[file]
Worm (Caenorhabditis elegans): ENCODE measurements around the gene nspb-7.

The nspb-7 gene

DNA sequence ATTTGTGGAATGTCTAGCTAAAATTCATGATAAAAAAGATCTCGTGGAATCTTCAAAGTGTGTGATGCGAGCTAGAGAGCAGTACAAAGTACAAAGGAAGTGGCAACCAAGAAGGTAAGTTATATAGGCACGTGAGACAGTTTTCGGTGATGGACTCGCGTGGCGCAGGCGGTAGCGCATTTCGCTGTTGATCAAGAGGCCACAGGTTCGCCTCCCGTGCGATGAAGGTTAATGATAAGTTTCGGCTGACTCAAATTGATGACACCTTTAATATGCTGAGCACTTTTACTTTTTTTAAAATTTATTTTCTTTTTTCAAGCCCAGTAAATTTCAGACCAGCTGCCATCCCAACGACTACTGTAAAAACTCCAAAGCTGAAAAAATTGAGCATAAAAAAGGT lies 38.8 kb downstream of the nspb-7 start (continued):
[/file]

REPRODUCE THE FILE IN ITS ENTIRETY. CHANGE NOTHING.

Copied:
Worm (Caenorhabditis elegans): ENCODE measurements around the gene nspb-7.

The nspb-7 gene

DNA sequence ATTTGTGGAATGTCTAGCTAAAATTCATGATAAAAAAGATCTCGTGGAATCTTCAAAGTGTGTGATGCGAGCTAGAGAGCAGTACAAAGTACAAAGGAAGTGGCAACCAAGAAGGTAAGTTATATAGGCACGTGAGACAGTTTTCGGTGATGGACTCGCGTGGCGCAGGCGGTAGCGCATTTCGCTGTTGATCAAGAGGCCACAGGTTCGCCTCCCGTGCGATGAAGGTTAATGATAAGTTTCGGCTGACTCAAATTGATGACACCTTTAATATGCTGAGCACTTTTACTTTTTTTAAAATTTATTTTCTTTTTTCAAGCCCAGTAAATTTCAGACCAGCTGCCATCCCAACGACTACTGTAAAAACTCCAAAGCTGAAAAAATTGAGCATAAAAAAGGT lies 38.8 kb downstream of the nspb-7 start (continued):